Sunday, February 28, 2010

Leviticus Chapters 23-27

Chapter 23

God lays out the holiday calendar. Passover begins the fourteenth day of the first month, the feast of unleavened bread on the fifteenth. Daily sacrifices must be made. When they finally inherit Canaan, they are to make a wave offering of their first harvest. Jews out there will be happy to know that according to Jerry Falwell, the wave offering involved making the sign of the cross.

At the same time as they wave the grain in the shape of a cross, the Israelites are to sacrifice a lamb along with some bread and wine. They can't eat anything that day until they do this. This is a law unto eternity.

Fifty days later, they have to make another offering, this time of bread, lambs, bullocks and rams, followed by a kid goat and two more lambs. No work that day. This is also supposed to be eternal.

Next is the feast of trumpets, also known as Rosh Hoshannah, which happens on the first day of the seventh month. This coincides with the harvest. They are to have a memorial blowing of trumpets (v. 24) and a convocation and not do any work.

The tenth day is Yom Kippur, the day of atonement, which also involves sacrifices and no work. Anyone who does work is banished. This is also in perpetuity.

The fifteenth day will be Sukkot, the Feast of Tabernacles, or the Feast of Booths, when they have to build a hut of boughs or palm fronds and live in them for seven days. This is also to be done forever, and is to remind them of their rescue from Egypt.

Mind you, contemporary Christians don't have to do any of these feasts, because either Jesus' death negated them (Passover, Unleavened bread, Firstfruits, Pentecost) or we won't celebrate them again until the rapture. Except for the Christians who do celebrate Pentecost or Whitsuntide, which would be most of Europe. Of course they do it because of Acts, which I haven't go to yet. I can't wait until Relevations, one because it will be the end of this project, and two because that's when Jerry will no doubt endorse the Left Behind series.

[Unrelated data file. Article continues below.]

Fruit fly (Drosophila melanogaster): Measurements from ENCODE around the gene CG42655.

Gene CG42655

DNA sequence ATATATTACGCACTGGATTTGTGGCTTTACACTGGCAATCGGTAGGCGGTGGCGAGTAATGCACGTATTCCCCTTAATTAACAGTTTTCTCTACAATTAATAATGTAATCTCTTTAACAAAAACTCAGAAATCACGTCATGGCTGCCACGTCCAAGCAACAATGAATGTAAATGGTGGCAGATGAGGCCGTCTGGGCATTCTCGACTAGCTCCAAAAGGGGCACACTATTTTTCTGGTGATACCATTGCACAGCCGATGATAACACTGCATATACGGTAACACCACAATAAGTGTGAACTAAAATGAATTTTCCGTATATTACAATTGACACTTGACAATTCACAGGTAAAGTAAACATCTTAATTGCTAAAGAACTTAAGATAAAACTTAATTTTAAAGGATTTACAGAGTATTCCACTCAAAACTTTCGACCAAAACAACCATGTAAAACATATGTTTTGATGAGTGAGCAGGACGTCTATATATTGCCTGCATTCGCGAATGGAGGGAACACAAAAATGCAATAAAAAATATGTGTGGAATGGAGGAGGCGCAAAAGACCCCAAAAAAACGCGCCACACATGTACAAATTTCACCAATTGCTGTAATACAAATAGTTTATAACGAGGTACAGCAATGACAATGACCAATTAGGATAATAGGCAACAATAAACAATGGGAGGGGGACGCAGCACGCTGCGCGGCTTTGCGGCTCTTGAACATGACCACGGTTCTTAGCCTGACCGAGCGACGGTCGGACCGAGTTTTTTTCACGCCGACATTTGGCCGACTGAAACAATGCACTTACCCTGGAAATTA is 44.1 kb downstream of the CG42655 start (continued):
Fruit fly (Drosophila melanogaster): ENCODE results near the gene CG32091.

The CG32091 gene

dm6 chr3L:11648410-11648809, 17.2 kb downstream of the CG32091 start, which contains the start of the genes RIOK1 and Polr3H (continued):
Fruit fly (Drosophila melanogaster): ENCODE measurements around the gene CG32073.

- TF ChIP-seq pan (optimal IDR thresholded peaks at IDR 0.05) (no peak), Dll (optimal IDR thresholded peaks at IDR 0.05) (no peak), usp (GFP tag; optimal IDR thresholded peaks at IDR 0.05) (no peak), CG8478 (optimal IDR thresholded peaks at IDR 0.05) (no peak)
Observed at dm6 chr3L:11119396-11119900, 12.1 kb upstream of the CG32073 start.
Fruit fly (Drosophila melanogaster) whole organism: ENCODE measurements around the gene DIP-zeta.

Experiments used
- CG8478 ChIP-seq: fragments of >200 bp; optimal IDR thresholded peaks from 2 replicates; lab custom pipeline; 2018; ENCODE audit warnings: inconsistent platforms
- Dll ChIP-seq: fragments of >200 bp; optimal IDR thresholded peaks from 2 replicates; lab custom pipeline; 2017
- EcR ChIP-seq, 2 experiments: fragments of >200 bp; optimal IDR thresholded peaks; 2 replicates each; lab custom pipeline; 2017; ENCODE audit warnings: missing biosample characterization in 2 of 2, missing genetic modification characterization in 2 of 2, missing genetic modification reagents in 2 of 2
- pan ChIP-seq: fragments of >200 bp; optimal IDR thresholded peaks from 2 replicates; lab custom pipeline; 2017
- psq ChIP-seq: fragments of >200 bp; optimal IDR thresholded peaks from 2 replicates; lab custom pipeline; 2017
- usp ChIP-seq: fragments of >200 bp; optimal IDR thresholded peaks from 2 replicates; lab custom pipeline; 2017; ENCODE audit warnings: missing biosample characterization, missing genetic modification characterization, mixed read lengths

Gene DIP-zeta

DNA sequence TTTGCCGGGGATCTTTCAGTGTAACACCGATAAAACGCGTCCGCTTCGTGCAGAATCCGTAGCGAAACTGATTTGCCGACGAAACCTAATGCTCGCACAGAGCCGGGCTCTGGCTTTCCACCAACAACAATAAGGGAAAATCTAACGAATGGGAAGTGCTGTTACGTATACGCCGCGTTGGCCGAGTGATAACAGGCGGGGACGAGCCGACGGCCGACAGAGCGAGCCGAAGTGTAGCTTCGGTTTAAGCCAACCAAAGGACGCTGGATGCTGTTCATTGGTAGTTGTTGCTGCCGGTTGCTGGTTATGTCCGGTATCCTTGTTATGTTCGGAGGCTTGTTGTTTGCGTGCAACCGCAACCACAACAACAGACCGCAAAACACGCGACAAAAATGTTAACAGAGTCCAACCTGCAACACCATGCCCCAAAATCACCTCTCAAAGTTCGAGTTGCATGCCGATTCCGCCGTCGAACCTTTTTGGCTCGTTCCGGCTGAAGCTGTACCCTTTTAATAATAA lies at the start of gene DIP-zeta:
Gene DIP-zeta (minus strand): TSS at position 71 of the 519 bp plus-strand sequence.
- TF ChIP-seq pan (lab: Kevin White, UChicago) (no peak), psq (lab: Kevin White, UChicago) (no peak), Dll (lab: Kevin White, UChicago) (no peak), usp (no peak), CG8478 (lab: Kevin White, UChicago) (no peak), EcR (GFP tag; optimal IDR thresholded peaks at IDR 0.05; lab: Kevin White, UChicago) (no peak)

Chapter 24

God commands Aaron to keep the lamps lit inside the temple at night. Then he tells him to bake 12 loaves of bread every sabbath and put them on the table, and only he and his sons can eat it.

Then a half-Israelite curses god in the middle of a fight. This stops everyone dead in their tracks. They take him to Moses, who puts him in jail while he consults with god. Sensing an opportunity to put the fear of god into his people by example, he returns a verdict of death by stoning. So they do, and then god reminds them of the whole 'an eye for an eye, a tooth for a tooth' routine. See Monty Python's take on this chapter.

Chapter 25

Every seven years, the Israelites are to let their land lie fallow. God promises good harvests in the sixth year. Yeah, that'll work.

God also turns everybody into long-term leaseholders rather than property owners. On the fiftieth year, they have to set slaves free and return property to its owner, who of course is god. What do you want to bet Moses and Aaron are his 'realtors'? You also have to return anything you bought to its rightful owner. This rule does not apply to houses in walled cities, unless it was bought from a Levite, in which case it reverts back to him in the jubilee, thus preventing agricultural land barons from cropping up and trying to take power away from the priestly ruling class. Apparently, there is only one record of this in Israelite history, in 587 BCE, and then they realized what a stupid idea it was and went back to holding permanent title to their land.